by Austin Montoya, Social Media and Online Coordinator

Dr. Vic Strecher, Director for Innovation and Social Entrepreneurship at the University of Michigan, spoke of the difficulty of finding meaning in life after the death of his daughter. He spoke of many philosophers and how so many of us search for a purpose and meaning in life. “Those with purpose in life, live seven years longer than those who feel they lack it,” he said.

Seven years. That’s the same time difference between a smoker and a nonsmoker. Finding purpose and meaning in life has a direct affect on one’s health.

That was just one conversation that happened at this past 2015 Colorado Health Symposium, hosted by the Colorado Health Foundation, in beautiful Keystone, Colorado. The three days were spent talking about the status quo of our health care system, our communities, and culture, and how we can transform and create connections to benefit all Coloradans – ultimately, to become the healthiest state in the country.

The conversation about health and health care are not the same you may have heard about in many years past. It is not simply about health and illness in medical terms, or as something that starts at the doctor’s office, the hospital, or the pharmacy. We have learned about the importance of social, political, and economic factors that can affect our health.

See more pictures from #15CHS.

Elizabeth Rider, MSW, MD, demonstrated how the patient-doctor relationship can make a world of difference in one’s health. Improved patient outcomes come from skilled communication and a relationship with a patient,” she said. This becomes important when dealing with any patient, but especially important when dealing with minority or at-risk populations. For example, having trans-friendly and competent providers can dramatically improve trans Coloradans’ health; providers need to realize, “A patient is an expert in their own experience.”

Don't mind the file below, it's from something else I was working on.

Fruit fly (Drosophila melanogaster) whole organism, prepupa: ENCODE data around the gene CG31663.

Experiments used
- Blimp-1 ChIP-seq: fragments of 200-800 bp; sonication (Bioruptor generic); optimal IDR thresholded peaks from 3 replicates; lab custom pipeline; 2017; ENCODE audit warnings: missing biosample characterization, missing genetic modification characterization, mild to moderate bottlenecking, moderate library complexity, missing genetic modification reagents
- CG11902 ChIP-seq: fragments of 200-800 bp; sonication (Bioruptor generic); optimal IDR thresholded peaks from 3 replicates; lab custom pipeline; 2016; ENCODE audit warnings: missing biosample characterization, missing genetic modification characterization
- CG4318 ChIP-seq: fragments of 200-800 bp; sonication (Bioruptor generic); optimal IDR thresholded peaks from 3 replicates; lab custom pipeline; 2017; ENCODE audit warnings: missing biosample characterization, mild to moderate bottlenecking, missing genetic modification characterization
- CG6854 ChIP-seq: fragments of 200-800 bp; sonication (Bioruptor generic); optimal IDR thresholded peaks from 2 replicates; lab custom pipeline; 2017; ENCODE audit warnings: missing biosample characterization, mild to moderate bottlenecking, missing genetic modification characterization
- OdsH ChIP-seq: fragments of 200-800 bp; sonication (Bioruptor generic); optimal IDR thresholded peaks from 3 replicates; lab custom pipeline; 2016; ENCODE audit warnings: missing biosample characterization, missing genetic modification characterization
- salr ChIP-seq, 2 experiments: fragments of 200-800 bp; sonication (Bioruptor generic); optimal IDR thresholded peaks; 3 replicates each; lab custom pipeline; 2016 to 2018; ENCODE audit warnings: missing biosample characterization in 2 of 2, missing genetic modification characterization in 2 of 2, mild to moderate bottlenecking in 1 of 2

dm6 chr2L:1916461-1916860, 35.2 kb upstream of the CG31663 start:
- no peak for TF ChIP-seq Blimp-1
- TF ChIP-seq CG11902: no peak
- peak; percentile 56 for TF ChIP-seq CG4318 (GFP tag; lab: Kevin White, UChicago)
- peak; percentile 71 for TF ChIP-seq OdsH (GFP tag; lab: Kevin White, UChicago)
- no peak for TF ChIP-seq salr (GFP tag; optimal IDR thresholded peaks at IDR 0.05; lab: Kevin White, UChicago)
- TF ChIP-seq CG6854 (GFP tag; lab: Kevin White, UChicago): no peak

Here at CCHI, we try to keep these social barriers in mind. Working to make sure insurance premium rates are justified, so consumers can afford to get the care they need, without feeling financial constraints; making sure consumers understand their insurance and the health care system, by creating; and making sure that providers are in their own communities and that their health network is accessible.

Among the many more themes, technology was also an important topic at #15CHS. Nancy Lubin, founder of the Crisis Text Line, talked on how allowing technology to provide mental health crisis intervention for teens and young adults has been beneficial to millions. Indu Subaiya, CEO of Health 2.0, showed how you could have hundreds of health “coaches” in the palm of your hand. Mobile applications like RunKeeper or Apple’s Health can keep your health on track and encourage better behaviors.

The Symposium was divided into three different focuses over its duration: Connecting Systems to Health Outcomes; Connecting Communities to Well-Being; and Connecting Values to Actions. So many more discussions happened throughout the three days, I cannot possibly recap everything; however, if you would like to view the live-recorded panel discussions and keynote speakers, check it out here:

I would like to personally thank the Colorado Health Foundation for allowing me the opportunity to participate in the Symposium, learn, and take back so much with me.

If you wish to have more information, please visit: or follow the hashtag #15CHS on Twitter!

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